Once I got to my destination, I expected to find a rental car that started and ran, and that would allow me to be transported to my hotel of choice, where I would be warm and safe in my well lit and heated room. Those simple common travel steps I realised are all triumphs of materials science, innovation and design. The fact that my car also has a fuel that can flow and burn consistently in low temperatures is amazing. The petrochemical companies actually adjust the ratios of different chemistries in winter, and summer fuels to aid burning and volatility in low temperatures. In some cases such as for diesel fuel, which can gel or almost freeze in low temperatures, they add specific pour point depressant additives and viscosity improvement additives. The same of course occurs for engine lubricating oil, which due to modern synthetic materials can have such a wide range of viscosities that people do not need to switch from a winter to summer oil and back again.


The battery of my rental has a unit which converts the electrochemical potential of the battery into current that drives my starter motor. It must function at high load when the whole car is probably at it coldest, and so again it’s a complex piece of chemical, materials and electrical engineering. In hybrid or electrical vehicles, this is an even more necessary situation. Finally, I consider the tires, which hopefully would keep me on the road. These materials which have actually a very small area in contact with the ground, whether it be asphalt, slush, snow or gravel, need to function in all seasons and in a whole different range of temperatures, irrespective of load and speed. Tires which are a significant contributor to the vehicles overall energy use, have to be engineered to have the right performance characteristics while maintaining safety and keeping costs, noise and performance within bounds and managed.


At the hotel, I hoped I would find a warm, well-lit room in the evenings with plenty of hot water. This requires ability to insulate the building and manage its heat loss, and to distribute electricity in very cold or warm temperatures for cooling or lighting. The ability to distribute natural gas is a triumph of modern science and materials development – natural gas is hard to find and harder to produce. Another critical development for the growing planet from a sustainability perspective is reducing the energy burden for housing. Building development with advanced materials, such as self-cleaning glass and lightweight insulation removes the need for excessive air conditioning or heating. Other amazing uses of advanced materials technology are low energy bulbs that use less energy, provide excellent light for reading, and can be easily recycled.


As I finished my planning for the trip at the beginning of the year, I wondered what would change in 2013 and how travellers in the future would see things when they too reflect on the things that go unnoticed but make all of their travelling so much easier.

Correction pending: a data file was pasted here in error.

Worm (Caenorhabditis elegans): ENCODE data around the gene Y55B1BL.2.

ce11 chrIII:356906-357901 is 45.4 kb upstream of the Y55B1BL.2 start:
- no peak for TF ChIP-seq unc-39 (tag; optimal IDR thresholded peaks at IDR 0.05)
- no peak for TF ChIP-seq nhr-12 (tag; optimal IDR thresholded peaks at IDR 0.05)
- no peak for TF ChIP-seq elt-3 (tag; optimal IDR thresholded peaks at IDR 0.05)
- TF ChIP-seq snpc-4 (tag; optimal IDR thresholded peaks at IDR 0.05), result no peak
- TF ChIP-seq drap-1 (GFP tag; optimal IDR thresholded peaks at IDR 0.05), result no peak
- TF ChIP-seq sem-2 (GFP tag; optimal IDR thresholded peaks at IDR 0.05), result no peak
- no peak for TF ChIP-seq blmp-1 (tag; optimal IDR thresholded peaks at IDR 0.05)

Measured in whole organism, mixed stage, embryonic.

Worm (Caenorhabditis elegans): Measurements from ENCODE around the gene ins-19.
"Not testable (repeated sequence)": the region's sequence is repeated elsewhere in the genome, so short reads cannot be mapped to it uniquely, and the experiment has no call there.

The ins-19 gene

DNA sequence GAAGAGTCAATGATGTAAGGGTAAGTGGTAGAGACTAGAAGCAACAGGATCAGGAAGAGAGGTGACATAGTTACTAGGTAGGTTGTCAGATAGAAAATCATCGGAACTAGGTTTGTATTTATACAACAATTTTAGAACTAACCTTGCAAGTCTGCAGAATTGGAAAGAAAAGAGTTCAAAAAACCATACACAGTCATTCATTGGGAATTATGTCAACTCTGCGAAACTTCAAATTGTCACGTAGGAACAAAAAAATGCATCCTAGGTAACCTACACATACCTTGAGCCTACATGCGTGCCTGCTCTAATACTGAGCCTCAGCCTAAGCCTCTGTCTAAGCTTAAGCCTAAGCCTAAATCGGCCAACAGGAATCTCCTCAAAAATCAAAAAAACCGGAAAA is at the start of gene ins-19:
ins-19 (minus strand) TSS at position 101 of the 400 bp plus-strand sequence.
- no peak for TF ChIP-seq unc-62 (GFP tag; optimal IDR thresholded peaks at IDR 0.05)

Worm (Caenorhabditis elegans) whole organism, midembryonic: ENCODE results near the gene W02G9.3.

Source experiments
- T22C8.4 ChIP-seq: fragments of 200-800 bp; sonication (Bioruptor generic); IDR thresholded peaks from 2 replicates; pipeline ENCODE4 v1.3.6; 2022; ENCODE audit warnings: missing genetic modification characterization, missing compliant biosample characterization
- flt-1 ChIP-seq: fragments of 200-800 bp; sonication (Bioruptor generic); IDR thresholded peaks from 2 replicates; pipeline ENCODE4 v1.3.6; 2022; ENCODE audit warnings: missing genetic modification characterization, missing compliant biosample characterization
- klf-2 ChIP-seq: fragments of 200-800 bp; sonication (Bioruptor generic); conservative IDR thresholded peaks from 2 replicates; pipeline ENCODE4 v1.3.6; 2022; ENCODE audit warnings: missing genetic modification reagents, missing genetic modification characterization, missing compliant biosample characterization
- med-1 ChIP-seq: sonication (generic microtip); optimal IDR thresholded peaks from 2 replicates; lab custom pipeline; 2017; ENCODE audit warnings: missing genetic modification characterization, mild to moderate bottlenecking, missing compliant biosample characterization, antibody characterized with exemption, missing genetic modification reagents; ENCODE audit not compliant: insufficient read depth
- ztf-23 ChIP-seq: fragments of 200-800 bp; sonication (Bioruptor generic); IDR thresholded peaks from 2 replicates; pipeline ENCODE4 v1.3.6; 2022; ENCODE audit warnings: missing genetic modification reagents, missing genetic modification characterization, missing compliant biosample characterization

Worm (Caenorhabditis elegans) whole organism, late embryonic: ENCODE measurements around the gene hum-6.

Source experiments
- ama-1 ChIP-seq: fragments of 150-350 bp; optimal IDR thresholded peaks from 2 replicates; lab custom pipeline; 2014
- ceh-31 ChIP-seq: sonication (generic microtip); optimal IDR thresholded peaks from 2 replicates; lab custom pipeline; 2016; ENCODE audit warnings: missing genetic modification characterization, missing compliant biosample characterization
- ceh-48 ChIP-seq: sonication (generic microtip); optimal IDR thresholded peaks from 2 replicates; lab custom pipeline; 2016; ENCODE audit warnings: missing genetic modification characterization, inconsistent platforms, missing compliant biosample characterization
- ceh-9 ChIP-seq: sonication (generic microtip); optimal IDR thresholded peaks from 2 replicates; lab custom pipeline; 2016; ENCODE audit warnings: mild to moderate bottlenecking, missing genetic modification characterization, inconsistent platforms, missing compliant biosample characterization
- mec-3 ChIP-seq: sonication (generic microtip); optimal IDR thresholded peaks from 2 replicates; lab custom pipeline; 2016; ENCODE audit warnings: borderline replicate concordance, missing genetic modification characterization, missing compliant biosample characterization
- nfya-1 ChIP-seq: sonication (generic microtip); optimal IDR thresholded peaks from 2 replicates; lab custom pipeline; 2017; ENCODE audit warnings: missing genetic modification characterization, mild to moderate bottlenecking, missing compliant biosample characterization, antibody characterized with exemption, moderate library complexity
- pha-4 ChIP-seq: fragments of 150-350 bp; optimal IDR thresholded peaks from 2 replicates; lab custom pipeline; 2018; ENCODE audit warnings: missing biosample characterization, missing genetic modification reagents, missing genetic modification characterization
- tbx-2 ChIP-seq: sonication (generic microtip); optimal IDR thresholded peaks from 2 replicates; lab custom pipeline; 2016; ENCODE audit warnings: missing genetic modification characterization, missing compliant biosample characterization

3,453 Views 0 References Permalink Categories: Materials Informatics, Executive Insights, Modeling & Simulation, Electronic Lab Notebook, Data Mining & Knowledge Discovery Tags: materials_studio, materials_visualizer, forcite, dmol3, catalysis, materials, nanotechnology, atomic-scale-modeling, materials-studio, computational-chemistry, green-chemistry, quantum-chemistry

So its January, the month of snow, cold, broken resolutions and the CES or consumer electronics show. This show is a wonderland and mecca for techies and takes place in Las Vegas and features most of the worlds leading electronics or electronic tool and gadget manufacturers. Also a number of their major suppliers are there and launch products at the show.


One of the highly talked about products comes from Corning Glass and is called Gorilla Glass 3 (  This glass material that is present in a whole series of devices such as phones (iPhones), tablet computers, televisions and notebooks. In fact its currently available in 975 different models or devices and has sold more than 1Billion units to date. Gorilla glass was actually developed way back in 1960 but mothballed until Steve Jobs needed something scratch-proof for the screen of the original iPhone. Jobs had to convince Corning that the glass could be manufactured in sufficient quantities for the iPhone’s launch. It’s now used in almost all high-end smartphones, regardless of brand. The key point of these glass surfaces is to be scratch, crack or damage resistent, and to be of amazing optical quality and low weight. Corning set the performance standards for Gorilla Glass3 to be a three fold reduction of scratches in use, a 40% reduction in the number of visible scratches and a 50% boost in strength retained after a scratch occusrs on the surface, which means that partially scratched devices no longer spiderweb or crack in use after the initial scratch. In short the Corning aim was to "Shatter the status quo" of glass enabling larger, more durable, less sctrached or shattered devices.


This proces of demanding more from materials is at the heart of the technical advances that drives many advanced companies to investigate the chemical and structural nature of the materials that are at the heart of their new products. For example Corning a long time user of Materials Studio tehcnology from Accelrys ( has used the technology to drive their product differentiation many different areas including nanotechnology, glass like materials, and a number of other applications including glass coatings, glass bonding and adhesion.